The opinion of the court was delivered by: DUFFY
These two consolidated actions were tried to the Court sitting in admiralty, as both involve the loss of certain goods shipped on the S.S. Tosahura Maru which arrived from Japan at Pier 6, Brooklyn, on or about July 27, 1970. Plaintiff Toyomenka, Inc. (hereinafter "Toyomenka") asserts a claim for the non-delivery of 12 cartons of woolen piece goods shipped under bill of lading YN-133, and 16 cartons of woolen piece goods shipped under bill of lading YN-134. Plaintiffs Marubeni-Iida (America), Inc. and Murilspun Ltd. (hereinafter collectively "Marubeni") claim non-delivery of 15 bales of woolen piece goods shipped under bill of lading KN-99.
Yamashita-Shinnihon Steamship Co., Ltd. (hereinafter "Y.S. Line") is the owner of the "Tosahura Maru" and contracted with the International Terminal Operating Co., Inc. (hereinafter "ITO") for the latter to discharge, take care, control, store, protect and deliver the goods consigned to New York on the Tosahura Maru, including the cartons and bales at issue in this action. ITO, in turn, contracted with McRoberts Protective Agency, Inc. (hereinafter "McRoberts") to provide guards and protective service at Pier 6.
It is undisputed that the bills of lading under which the cartons and bales at issue were shipped are subject to the Carriage of Goods by Sea Act (46 U.S.C. § 1300 et seq.) and its liability limitations, not only by their terms but also by operation of law. It is also agreed that each of the cartons or bales constitutes a package within the meaning of the bills of lading and the Carriage of Goods by Sea Act.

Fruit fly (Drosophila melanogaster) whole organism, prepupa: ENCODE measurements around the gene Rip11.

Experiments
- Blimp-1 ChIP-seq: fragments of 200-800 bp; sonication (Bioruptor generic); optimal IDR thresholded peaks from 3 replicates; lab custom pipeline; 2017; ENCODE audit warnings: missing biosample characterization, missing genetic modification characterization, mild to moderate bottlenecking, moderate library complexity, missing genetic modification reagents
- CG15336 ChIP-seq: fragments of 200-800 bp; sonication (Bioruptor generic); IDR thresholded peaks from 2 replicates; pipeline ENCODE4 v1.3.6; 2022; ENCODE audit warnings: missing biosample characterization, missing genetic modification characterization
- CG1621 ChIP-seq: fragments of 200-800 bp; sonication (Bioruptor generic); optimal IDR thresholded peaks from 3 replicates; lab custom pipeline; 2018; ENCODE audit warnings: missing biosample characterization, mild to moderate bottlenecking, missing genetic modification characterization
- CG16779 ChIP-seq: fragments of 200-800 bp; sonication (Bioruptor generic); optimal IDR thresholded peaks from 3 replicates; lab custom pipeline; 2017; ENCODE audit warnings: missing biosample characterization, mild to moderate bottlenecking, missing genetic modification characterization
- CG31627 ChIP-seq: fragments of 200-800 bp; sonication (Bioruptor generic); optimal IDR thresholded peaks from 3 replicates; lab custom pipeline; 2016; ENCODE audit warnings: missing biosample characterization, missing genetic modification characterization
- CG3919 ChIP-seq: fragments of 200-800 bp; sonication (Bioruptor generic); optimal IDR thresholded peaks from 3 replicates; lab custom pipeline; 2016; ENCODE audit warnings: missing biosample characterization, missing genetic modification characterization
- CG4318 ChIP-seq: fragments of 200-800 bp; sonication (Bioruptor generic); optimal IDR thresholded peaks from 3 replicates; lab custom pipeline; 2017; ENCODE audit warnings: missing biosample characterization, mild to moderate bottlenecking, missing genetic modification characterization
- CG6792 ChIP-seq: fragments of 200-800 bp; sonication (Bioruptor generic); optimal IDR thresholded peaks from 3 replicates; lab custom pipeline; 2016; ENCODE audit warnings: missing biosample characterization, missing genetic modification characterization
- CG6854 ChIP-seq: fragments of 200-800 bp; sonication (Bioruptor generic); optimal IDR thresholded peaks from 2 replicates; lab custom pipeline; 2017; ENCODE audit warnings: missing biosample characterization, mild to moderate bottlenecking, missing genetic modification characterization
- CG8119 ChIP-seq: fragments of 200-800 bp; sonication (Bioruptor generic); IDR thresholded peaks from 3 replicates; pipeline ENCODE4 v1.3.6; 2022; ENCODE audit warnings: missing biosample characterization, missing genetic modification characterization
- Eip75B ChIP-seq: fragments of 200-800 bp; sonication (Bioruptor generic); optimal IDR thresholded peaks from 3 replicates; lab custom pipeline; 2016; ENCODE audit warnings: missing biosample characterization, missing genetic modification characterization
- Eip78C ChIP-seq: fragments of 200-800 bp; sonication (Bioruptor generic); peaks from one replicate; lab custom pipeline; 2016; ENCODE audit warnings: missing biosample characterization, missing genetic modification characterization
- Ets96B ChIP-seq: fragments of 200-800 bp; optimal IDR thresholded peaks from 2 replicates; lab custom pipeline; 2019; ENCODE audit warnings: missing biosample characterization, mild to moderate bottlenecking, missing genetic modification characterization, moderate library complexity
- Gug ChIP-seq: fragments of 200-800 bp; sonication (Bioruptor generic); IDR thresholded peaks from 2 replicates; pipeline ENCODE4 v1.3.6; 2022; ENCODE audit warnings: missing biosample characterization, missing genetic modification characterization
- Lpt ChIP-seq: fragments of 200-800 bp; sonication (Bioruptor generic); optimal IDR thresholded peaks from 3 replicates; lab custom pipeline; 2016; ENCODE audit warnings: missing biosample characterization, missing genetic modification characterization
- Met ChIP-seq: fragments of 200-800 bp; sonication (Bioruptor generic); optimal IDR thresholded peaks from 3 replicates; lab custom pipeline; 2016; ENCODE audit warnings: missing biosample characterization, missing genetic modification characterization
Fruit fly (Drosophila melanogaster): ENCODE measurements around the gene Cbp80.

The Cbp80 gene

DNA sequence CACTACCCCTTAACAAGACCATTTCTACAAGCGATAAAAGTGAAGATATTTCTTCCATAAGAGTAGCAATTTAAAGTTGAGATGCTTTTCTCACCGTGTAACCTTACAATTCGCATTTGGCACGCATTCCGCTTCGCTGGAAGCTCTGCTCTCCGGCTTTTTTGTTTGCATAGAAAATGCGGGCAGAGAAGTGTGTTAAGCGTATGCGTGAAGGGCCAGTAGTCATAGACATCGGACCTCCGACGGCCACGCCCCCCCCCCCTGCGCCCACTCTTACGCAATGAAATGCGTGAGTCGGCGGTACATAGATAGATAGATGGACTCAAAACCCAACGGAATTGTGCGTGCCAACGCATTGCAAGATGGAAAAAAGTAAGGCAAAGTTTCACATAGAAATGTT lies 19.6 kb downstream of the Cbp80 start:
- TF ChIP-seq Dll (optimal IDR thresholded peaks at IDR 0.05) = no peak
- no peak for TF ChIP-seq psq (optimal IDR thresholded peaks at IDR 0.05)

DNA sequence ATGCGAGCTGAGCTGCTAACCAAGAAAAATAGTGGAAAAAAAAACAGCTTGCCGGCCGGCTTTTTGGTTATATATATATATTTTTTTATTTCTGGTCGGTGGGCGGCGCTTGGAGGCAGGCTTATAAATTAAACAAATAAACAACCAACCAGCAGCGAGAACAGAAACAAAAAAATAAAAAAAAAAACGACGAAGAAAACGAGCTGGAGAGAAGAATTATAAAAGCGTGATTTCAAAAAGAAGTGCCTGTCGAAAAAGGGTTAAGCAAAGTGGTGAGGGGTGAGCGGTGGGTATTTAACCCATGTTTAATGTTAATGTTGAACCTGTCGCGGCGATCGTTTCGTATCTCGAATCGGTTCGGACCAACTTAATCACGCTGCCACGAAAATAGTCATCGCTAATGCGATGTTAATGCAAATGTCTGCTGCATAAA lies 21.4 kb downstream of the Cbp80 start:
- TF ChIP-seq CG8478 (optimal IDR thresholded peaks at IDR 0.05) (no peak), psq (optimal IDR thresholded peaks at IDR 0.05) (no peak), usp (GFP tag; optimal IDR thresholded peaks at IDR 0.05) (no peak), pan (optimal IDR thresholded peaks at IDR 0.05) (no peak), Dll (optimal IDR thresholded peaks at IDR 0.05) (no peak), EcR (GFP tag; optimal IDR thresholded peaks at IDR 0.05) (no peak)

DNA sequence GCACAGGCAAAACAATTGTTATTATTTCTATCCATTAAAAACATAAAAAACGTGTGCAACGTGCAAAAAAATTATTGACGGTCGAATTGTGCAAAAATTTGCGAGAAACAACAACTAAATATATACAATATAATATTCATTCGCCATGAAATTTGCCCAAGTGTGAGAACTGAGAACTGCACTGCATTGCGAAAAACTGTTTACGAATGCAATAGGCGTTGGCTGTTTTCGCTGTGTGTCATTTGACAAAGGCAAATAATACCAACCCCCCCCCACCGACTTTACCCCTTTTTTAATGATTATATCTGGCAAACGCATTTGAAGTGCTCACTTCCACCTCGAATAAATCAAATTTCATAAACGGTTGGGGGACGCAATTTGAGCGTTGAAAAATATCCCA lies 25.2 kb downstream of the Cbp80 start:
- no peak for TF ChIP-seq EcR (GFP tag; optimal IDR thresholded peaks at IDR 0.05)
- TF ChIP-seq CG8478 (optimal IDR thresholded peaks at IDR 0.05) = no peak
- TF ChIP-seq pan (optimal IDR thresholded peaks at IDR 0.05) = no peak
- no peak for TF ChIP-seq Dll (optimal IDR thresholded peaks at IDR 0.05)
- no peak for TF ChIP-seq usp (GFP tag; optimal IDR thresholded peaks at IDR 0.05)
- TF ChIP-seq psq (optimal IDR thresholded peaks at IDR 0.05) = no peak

In the pretrial order the plaintiffs amended their complaints to allege a direct liability to them because of the negligence of ITO and McRoberts. Y.S. Lines also asserts a claim for indemnity, including attorney's fees and disbursements against ITO and McRoberts. In turn, ITO asserts a similar claim for indemnity against McRoberts. McRoberts has cross-claimed against ITO.
ITO and McRoberts disclaim any liability and assert that even if liable they are entitled to the package limitation of COGSA. They further defend against the direct claim of the plaintiffs on the basis that it is barred by the Statute of Limitations and that this Court lacks jurisdiction over the subject matter of the suit.
All of these legal gyrations arise from a very simple set of facts. Plaintiffs were the owners of certain bales and cartons of piece goods shipped from Japan to Brooklyn. Forty-two out of the 43 bales and cartons were unloaded from the Tosahura Maru, but 1 carton under bill of lading KN-99 consigned to Marubeni was not unloaded. Y.S. Lines admits liability for the loss of this carton but urges that the COGSA $500 limitation be applied to the loss. I agree that the limitation should so apply.
The other 42 cartons and bales were placed by ITO in the bale area of the shed on Pier 6. The bale area was protected by a guard employee of McRoberts whose responsibility included making sure that the packages were taken out of the area only upon presentation of an order. McRoberts also supplied a guard on each of the two loading platforms where the trucks came to pick up merchandise on Pier 6. Two other McRoberts guards were also on the dock during working hours, one patrolling and the other stationed in the crib area. There was also a McRoberts guard at the gate outside the dock.